The results of all preoperative examinations including laboratory tests, electrocardiography and echocardiography were normal. Her preoperative chest radiography revealed small pleural effusion after pneumonia (Fig. 1). However, this finding of chest radiography was judged without clinical significance by pulmonologist. These of arterial blood gas analysis (ABGA) were as follows: pH 7.48, PaO2 135 mmHg, PaCO2 30 mmHg, and BE 1.2 mEq/L in room air. The patient received an intramuscular injection of glycopyrrolate 0.2 mg prior to surgery. Vital signs prior to induction of general anesthesia were stable: blood pressure (BP) 120/80 mmHg, heart rate (HR) 80 times/min and SpO2 99%. Anesthesia was induced with fentanyl 50 μg, etomidate 10 mg, and rocuronium 40 mg. Intubation was performed with an endotracheal tube with an inner diameter of 7 mm. Breath sounds and ventilation were normal after intubation.

Anesthesia was maintained with N2O at 2.0 L/min, O2 at 2.0 L/min, and desflurane 6.0 vol%. During anesthesia, the patient’s vital signs were normal, and surgery was performed without any complications. The intraoperative results of ABGA were as follows: pH 7.35, PaO2 132 mmHg, PaCO2 38 mmHg, and BE 0.6 mEq/L in FIO2 0.5. The surgical time was 2 hours 50 minutes with the patient in a prone position and the anesthesia time was 4 hours 30 minutes. A total of 3,400 ml of fluids were infused including 500 ml of colloid. Three units of packed red blood cells were transfused. The estimated blood loss was 500 ml, and urine output was 1,400 ml. Postoperative hemoglobin level was 11.2 mg/dl and the other test results, including those of blood coagulation, were within normal limits. The patient was awakened and extubated. She could breathe spontaneously and was administered muscle relaxant antagonists: glycopyrrolate 0.4 mg and pyridostigmine 10.0 mg. However, the patient had reduced breath sounds on the left side and low oxygen saturation (90 to 95%) in the room air. We thought the cause of low oxygen saturation aging and long operation time. BP was 120/60 mmHg and HR was 100 times/min. The patient was transferred to the intensive care unit (ICU) with an oxygen mask.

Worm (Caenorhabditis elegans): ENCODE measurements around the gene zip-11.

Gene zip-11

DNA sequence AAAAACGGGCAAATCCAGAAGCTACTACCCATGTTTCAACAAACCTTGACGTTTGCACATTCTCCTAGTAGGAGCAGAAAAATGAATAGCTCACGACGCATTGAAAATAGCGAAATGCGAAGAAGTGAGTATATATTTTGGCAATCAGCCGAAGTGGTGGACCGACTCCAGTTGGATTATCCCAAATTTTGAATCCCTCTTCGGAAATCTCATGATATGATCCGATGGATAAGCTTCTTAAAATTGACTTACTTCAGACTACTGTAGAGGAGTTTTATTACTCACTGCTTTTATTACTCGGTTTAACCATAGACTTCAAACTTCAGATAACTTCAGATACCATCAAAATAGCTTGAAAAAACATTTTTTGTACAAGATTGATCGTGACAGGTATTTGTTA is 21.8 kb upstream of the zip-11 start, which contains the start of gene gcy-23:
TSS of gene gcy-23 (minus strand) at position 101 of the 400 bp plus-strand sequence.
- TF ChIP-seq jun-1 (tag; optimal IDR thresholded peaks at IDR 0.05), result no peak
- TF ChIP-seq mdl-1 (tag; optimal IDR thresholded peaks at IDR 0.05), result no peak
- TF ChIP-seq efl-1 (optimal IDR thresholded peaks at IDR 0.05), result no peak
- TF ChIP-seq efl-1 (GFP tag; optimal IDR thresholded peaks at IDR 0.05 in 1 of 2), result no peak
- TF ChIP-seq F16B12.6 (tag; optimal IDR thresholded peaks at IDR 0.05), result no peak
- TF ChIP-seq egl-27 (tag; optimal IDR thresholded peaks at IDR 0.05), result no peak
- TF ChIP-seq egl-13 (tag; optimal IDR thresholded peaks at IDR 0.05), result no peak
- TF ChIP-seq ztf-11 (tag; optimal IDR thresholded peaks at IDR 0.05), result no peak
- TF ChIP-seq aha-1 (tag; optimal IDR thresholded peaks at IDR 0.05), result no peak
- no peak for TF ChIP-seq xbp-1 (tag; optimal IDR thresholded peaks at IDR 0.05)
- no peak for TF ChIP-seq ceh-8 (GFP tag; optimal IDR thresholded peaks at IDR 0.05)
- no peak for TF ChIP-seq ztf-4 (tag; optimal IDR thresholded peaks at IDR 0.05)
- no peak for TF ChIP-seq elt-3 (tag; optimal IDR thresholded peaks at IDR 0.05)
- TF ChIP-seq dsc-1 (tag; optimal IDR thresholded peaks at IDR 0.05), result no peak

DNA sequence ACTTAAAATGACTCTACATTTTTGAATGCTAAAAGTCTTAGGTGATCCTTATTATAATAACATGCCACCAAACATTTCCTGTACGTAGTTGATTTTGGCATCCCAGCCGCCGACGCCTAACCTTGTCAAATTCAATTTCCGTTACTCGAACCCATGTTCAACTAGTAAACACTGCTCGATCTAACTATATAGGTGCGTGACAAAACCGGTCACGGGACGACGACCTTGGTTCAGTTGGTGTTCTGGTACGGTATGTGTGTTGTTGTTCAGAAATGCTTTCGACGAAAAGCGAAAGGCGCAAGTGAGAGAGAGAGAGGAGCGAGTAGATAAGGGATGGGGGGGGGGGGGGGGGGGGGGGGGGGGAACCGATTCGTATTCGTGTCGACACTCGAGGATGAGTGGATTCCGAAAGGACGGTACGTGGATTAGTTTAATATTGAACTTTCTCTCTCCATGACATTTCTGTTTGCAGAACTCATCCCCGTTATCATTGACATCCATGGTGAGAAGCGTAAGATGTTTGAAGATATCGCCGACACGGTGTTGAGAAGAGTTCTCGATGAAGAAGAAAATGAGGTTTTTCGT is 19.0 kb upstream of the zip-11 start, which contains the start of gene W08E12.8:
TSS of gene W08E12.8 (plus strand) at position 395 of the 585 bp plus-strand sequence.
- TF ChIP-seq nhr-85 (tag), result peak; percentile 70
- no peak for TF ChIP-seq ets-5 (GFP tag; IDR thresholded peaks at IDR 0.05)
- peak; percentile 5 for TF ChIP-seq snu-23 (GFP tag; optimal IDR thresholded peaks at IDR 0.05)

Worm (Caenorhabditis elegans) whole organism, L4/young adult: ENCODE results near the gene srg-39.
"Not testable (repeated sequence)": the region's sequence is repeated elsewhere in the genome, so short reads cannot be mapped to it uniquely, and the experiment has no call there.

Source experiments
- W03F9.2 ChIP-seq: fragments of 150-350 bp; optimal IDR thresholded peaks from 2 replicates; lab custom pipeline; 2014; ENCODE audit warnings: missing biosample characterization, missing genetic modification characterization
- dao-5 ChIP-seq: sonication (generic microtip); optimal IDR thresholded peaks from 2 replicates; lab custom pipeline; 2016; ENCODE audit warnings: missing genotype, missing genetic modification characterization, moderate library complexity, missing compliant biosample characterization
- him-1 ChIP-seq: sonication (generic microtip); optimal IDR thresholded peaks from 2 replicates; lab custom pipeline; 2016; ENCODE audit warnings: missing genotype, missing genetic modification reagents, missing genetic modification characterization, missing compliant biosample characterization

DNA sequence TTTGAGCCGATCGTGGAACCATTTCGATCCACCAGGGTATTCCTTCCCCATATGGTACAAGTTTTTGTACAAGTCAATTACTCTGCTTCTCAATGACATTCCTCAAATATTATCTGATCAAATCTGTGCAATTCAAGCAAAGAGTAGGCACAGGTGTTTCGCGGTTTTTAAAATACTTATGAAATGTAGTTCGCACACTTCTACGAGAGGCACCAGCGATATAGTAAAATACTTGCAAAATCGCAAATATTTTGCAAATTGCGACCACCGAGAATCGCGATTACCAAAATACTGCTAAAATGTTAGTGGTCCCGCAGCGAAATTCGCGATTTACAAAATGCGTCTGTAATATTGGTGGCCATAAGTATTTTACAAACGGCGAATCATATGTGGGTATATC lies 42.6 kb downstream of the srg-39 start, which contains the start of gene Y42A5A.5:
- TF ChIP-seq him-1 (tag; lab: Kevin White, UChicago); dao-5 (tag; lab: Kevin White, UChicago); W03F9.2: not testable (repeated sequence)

When she arrived at the ICU, her oxygen saturation level was 98% with an oxygen mask delivering a flow rate of 7 L/min. BP was 90/60 mmHg and HR was 140 times/min. Twenty minutes after transfer to the ICU, BP decreased and so dopamine 2−10 µg/kg/min was continuously infused. Portable chest radiography was performed (Fig. 2). The ABGA results showed blood pH 7.35, PaO2 132 mmHg, PaCO2 38 mm Hg, BE 4.2 mEq/L and SaO2 99%. After the patient was referred to the pulmonologist, intubation was performed under total atelectasis impression. Positive end-expiratory pressure was applied via a ventilator, FIO2 0.65 and lung expansion was attempted. The ABGA results immediately after intubation were as follows: pH 7.43, PaO2 230 mmHg, PaCO2 26 mmHg, BE 5.8 mEq/L and SaO2 100% in FIO2 1.0. The patient did not complain of respiratory symptoms and was fully conscious. BP slowly normalized, but atelectasis did not improve after mechanical ventilation. The following morning, the patient’s vital signs improved: HR 100−108 times/min, SpO2 98−100%, and SBP 100−110 mmHg. However, the atelectasis did not improve. For accurate diagnosis and treatment, the pulmonologist was consulted for bronchoscopy. A double lumen endotracheal tube was inserted into the lungs after induction of anesthesia, lung expansion was attempted (Fig. 3) and bronchoscopy was performed. There were no abnormal findings in the bronchoscopic examination except that the left bronchus was compressed (Fig. 4).